Take That, Apple!
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"Hey, this looks pretty good!" a write-up on Technologizer said.
"Im really excited about Windows 7 as a whole," wrote the Windows Now blog.
"Windows 7 is Windows Vista done right," said Paul Thurrott on his Windows Supersite.
There was plenty of buzz at the show as well, among third-party developer firms in their showcase booths, and among attendees of the show. Microsoft (NASDAQ: MSFT) was giving out lots of "I'm a PC" stickers, and people were sporting them on everything from laptop bags to their laptops.
"Everything here shows they are listening to users, and users are seeing other things here that shows Microsoft is listening in other areas," said Michael Swindell, vice president of product management and strategy for Embarcadero Technologies, the firm that sells Borland's old compilers.
As if attendees weren't getting enough pre-release code, Embarcadero was giving out its own for Delphi Prism, a port of the old Delphi objects for .NET Framework developers. It will be out in 2009.
"Things are looking great for developers," said Odi Kosmatos, vice president of research and development at Xceed, a maker of Windows Presentation Foundation (WPF) components. "One of my developers said he's falling in love with Microsoft again."
Responsiveness is certainly helping Microsoft out in a big way. There were numerous informal discussions held on the floor, slightly away from the booths. The biggest draw was Scott Guthrie, corporate vice president of the .NET Developer division. He answered questions mostly related to .NET development and went way over his allotted time.
Earlier, during a second-day keynote, Guthrie had announced that the next version of Visual Studio would be built on WPF, making it the first Microsoft product to use that library. For Dan Rigsby, lead software engineer of Interactive Intelligence, it was about time Microsoft itself embraced a technology it was trying to push on developers.
"They pushed WPF for a couple of years now but it never took off. That's because they never used it," he told InternetNews.com. "Now that Visual Studio will have WPF, that's huge. They haven't had apps to showcase WPF before. Developers use Visual Studio daily. If they see what they can do with it every day, they will be enticed to use it as well."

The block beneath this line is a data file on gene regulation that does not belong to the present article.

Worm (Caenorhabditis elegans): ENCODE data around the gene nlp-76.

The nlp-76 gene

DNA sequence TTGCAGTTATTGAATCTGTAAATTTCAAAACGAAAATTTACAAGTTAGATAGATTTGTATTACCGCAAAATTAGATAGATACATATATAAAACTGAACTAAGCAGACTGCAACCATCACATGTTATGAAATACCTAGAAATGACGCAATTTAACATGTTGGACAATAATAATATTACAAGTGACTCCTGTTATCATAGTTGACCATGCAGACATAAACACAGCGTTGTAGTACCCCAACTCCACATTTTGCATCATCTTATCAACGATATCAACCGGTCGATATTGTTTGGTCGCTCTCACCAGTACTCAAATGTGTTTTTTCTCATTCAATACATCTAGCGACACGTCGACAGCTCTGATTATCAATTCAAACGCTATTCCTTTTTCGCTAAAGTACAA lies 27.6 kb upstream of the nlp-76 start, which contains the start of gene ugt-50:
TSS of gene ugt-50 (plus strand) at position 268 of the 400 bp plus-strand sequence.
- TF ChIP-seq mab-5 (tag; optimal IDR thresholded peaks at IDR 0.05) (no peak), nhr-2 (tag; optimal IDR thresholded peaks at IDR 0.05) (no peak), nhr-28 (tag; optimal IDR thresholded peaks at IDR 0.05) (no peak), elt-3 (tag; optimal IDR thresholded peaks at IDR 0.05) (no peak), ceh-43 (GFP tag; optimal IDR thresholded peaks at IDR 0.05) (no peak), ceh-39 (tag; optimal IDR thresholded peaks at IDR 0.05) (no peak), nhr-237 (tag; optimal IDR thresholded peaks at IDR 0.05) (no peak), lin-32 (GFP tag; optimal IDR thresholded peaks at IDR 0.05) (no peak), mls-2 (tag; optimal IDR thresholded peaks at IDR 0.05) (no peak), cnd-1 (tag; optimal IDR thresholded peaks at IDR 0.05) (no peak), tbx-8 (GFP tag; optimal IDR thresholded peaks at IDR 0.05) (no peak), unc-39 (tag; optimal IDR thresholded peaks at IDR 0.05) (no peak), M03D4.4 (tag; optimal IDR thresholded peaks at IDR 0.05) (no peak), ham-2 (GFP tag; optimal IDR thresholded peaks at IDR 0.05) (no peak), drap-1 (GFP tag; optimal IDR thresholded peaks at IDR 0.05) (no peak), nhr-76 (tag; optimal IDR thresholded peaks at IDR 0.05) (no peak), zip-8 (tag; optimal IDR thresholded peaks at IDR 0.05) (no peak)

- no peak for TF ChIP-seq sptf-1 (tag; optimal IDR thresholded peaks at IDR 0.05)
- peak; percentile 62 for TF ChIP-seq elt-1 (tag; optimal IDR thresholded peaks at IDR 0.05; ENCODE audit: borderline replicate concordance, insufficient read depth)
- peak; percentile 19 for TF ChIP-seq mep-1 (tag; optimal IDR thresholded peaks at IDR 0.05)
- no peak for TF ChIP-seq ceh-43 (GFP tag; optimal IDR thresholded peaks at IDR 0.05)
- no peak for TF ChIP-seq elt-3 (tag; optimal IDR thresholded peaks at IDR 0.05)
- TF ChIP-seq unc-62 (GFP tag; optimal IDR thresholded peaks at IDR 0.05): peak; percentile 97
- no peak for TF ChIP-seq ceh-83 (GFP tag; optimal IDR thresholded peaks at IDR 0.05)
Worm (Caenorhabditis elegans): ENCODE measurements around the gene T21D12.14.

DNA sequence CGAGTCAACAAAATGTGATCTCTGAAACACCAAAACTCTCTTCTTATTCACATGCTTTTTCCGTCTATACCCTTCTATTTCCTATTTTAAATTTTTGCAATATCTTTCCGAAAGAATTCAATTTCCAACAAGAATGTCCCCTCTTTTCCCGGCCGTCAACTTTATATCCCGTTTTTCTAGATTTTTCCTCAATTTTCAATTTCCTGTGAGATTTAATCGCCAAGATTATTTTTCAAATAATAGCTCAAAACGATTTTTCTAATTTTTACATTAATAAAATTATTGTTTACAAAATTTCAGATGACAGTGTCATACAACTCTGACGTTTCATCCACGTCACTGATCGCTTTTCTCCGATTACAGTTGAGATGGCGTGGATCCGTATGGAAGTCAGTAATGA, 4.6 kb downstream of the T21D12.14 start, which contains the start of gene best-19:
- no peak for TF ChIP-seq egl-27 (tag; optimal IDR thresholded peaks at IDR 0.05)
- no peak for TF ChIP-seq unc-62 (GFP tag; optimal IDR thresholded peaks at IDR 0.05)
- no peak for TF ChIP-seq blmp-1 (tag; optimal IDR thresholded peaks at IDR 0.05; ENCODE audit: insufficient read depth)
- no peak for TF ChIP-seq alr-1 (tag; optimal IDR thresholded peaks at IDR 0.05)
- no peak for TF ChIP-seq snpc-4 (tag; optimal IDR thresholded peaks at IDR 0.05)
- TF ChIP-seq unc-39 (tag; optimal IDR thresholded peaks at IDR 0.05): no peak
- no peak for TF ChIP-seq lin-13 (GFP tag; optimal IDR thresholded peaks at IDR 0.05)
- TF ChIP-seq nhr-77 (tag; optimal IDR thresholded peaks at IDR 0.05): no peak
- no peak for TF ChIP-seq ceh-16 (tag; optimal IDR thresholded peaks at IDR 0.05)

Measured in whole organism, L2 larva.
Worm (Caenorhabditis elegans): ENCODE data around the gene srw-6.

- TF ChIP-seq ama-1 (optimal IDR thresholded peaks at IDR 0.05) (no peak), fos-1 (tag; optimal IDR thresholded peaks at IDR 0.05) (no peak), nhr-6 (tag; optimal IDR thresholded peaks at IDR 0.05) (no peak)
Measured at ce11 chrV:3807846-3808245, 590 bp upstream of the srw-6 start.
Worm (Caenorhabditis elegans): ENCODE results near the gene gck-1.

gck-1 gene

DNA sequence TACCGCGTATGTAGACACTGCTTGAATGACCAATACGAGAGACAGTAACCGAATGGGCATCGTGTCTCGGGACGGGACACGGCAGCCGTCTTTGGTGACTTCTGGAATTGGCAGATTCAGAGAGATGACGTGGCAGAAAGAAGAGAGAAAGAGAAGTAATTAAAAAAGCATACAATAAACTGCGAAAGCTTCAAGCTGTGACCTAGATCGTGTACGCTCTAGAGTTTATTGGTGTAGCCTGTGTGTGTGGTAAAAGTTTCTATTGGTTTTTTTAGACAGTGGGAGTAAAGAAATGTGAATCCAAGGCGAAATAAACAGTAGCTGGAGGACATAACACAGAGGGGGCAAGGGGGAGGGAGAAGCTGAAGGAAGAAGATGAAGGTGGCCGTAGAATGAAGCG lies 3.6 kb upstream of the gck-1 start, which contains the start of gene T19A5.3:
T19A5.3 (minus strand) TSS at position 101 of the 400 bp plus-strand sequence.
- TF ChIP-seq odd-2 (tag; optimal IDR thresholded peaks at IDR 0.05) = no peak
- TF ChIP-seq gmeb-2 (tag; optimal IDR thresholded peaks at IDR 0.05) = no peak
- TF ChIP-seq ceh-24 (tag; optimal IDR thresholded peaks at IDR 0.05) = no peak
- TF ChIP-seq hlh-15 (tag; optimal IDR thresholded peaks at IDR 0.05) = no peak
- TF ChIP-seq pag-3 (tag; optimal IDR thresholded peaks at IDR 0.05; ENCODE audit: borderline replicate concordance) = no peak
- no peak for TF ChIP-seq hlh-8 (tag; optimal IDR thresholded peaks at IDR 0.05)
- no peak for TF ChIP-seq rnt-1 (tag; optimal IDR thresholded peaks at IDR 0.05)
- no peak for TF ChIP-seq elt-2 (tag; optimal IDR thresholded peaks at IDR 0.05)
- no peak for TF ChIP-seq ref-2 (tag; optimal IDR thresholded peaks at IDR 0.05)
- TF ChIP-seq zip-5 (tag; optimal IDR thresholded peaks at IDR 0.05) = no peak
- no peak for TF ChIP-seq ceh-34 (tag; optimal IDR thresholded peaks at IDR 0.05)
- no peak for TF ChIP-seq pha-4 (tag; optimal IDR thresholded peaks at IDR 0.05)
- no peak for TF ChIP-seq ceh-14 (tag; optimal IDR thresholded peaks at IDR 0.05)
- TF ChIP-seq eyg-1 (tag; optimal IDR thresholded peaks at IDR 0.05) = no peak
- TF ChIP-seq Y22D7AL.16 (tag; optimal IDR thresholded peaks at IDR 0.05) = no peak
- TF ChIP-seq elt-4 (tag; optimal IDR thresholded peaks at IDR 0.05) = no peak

The overall sentiment among attendees was that Microsoft was admitting its mistakes -- particularly Vista's shortcomings -- without dwelling on them. Instead, it focused on learning from its earlier stumbles and moving forward with Windows 7, .NET Framework 4.0 and Visual Studio 2010, and with new technologies like Azure.
Embarcadero's Swindell was appreciative of that honesty.
"The most important thing is we're not seeing Microsoft try to wave a bright, shiny object to distract us from Vista," he said. "They are addressing its problems."
For Xceed's Kosmatos, Azure was the big surprise. "We had been wondering what Microsoft would do for cloud computing. Azure seems like the most serious attempt at cloud computing I've seen," he said.
But at least one attendee, Lou Dejardin, a principal architect for Dow Jones, never really lost faith.
"I've always been confident in Microsoft," he said. "The changes they have made shows they are adapting."
PDC finished up today, but Microsoft will be back in the Los Angeles Convention Center starting next week on Wednesday, Nov. 5 with the start of the Windows Hardware Engineering Conference (WinHEC).